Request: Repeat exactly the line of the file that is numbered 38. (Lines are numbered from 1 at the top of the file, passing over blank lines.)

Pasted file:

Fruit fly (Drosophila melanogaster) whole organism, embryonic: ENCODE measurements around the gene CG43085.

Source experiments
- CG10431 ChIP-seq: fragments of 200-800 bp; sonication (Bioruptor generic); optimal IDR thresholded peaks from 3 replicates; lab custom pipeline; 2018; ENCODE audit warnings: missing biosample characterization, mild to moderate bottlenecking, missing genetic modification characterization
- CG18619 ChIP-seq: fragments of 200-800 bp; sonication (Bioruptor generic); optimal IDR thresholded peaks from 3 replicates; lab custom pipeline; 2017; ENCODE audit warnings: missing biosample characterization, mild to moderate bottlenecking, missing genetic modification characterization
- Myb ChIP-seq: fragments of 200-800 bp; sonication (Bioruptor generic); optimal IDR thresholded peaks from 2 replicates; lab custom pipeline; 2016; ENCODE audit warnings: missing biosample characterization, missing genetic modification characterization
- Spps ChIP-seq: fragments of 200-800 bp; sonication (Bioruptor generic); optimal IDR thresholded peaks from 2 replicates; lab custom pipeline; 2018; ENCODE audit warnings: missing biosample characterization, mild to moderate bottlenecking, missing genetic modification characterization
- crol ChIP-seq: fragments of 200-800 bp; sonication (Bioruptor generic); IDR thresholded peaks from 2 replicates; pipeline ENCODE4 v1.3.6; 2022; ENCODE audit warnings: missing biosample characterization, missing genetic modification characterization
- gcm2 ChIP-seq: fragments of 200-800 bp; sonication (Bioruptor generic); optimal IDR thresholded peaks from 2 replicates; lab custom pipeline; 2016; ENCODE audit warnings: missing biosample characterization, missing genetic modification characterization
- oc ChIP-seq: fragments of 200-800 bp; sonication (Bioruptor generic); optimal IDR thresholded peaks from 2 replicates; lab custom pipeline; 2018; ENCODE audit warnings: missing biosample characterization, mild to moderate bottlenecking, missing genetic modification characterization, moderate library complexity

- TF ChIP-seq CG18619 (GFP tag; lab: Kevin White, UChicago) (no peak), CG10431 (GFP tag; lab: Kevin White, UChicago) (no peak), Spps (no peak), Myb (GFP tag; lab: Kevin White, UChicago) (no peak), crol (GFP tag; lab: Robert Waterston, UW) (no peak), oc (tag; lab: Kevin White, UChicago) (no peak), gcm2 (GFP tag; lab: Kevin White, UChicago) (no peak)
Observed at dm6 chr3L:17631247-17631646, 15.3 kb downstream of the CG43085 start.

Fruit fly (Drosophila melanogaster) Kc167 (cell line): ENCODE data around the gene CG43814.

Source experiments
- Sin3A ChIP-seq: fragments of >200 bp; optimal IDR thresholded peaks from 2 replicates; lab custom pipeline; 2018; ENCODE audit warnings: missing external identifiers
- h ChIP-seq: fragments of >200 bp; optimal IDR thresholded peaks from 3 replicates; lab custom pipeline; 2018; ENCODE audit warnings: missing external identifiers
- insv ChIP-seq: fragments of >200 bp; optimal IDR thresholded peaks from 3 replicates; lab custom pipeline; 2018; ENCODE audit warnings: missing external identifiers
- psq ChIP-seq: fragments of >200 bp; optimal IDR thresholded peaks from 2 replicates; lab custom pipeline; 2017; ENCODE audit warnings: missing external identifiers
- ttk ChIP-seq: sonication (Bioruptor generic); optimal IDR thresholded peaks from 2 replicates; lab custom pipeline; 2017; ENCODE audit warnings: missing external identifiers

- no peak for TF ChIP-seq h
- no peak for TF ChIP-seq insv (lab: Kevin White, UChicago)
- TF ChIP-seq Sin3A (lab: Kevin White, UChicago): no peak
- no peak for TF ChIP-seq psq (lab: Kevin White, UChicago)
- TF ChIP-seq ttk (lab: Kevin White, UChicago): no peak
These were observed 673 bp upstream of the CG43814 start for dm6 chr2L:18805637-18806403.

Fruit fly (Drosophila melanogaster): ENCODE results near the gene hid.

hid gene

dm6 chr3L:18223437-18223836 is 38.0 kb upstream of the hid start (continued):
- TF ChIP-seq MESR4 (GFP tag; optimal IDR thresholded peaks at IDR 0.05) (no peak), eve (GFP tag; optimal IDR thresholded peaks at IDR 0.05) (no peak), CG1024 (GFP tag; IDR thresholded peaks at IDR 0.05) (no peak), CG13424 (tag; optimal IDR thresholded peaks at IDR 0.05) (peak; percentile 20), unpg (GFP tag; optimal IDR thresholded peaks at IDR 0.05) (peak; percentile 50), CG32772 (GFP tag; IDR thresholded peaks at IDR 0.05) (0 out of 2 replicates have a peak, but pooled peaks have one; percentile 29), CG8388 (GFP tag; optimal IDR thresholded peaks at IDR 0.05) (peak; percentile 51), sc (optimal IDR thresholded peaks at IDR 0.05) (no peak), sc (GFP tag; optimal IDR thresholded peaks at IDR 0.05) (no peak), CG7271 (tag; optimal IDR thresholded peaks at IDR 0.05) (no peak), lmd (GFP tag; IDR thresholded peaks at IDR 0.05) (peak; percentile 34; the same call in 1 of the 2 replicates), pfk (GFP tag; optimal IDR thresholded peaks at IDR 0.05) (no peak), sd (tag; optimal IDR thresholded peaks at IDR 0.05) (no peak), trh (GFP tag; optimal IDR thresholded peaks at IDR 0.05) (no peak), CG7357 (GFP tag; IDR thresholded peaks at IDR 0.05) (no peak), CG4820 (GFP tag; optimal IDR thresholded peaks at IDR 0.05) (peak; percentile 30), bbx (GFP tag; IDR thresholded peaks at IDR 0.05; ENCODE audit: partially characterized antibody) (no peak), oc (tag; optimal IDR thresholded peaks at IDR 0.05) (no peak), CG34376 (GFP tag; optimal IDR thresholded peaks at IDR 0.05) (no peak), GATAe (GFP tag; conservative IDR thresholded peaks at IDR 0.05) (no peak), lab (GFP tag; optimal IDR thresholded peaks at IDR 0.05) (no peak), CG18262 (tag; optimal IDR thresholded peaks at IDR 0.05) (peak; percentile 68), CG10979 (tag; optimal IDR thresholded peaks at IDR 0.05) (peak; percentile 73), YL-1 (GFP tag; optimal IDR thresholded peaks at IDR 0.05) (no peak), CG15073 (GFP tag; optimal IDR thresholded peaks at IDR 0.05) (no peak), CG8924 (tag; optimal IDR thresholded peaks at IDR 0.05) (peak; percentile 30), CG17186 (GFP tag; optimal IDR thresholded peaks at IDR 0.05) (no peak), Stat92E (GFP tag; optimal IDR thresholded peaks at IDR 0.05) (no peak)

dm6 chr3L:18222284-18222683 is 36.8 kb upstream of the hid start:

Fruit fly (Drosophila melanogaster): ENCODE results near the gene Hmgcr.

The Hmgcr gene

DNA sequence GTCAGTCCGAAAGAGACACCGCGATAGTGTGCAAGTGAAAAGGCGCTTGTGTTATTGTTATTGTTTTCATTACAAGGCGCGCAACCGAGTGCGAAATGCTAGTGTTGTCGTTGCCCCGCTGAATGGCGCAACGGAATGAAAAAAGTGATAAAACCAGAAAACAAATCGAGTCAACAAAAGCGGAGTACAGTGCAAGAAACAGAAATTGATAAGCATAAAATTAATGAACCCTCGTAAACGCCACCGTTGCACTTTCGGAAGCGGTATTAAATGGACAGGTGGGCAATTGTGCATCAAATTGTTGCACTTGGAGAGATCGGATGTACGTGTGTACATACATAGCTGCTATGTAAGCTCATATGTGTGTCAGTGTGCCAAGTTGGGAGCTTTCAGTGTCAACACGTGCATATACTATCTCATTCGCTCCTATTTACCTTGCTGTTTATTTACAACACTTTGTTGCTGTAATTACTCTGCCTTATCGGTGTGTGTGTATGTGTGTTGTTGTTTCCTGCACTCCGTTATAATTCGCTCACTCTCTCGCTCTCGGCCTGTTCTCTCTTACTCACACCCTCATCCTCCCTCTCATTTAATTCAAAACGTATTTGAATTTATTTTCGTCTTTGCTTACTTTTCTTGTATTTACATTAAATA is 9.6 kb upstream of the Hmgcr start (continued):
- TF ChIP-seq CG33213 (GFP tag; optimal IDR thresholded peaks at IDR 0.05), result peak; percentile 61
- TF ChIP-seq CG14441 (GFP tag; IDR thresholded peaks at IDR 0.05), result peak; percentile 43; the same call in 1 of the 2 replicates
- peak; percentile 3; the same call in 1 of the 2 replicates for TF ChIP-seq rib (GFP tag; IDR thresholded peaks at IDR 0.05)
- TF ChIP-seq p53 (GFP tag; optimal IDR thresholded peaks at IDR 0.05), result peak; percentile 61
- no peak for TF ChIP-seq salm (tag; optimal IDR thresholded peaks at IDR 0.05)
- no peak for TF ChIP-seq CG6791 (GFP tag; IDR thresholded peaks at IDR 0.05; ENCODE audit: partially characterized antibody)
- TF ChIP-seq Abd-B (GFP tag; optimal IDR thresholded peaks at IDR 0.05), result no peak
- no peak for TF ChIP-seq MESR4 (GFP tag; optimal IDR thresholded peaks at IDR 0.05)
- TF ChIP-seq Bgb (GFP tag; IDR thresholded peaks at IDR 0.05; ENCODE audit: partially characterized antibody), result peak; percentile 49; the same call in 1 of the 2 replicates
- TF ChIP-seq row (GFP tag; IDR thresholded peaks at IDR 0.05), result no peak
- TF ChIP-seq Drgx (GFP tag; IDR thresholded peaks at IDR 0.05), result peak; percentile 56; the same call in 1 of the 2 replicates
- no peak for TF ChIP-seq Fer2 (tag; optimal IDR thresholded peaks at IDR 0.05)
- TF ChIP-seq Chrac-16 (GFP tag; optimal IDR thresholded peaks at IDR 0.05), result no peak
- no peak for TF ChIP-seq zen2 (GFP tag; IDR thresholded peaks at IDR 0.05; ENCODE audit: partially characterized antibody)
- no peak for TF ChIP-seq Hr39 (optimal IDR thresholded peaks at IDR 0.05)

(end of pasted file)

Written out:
- no peak for TF ChIP-seq CG6791 (GFP tag; IDR thresholded peaks at IDR 0.05; ENCODE audit: partially characterized antibody)